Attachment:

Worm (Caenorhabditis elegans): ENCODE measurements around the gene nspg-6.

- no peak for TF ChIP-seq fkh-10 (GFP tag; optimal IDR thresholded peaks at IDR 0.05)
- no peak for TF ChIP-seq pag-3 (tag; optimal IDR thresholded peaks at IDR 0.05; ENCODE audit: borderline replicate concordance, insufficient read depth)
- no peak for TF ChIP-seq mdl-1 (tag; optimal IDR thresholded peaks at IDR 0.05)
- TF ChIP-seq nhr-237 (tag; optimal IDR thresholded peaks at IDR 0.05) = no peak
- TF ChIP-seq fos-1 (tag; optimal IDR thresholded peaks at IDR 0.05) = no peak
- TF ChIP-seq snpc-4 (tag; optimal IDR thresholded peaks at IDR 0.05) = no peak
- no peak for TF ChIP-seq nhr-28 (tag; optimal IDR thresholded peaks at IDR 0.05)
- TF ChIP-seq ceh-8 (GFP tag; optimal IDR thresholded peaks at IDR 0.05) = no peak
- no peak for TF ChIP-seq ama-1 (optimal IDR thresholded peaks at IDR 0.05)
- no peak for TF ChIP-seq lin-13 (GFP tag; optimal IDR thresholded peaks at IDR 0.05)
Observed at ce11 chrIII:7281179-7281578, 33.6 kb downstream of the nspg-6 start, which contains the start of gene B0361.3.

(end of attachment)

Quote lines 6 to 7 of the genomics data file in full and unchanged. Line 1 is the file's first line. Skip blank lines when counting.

- TF ChIP-seq fos-1 (tag; optimal IDR thresholded peaks at IDR 0.05) = no peak
- TF ChIP-seq snpc-4 (tag; optimal IDR thresholded peaks at IDR 0.05) = no peak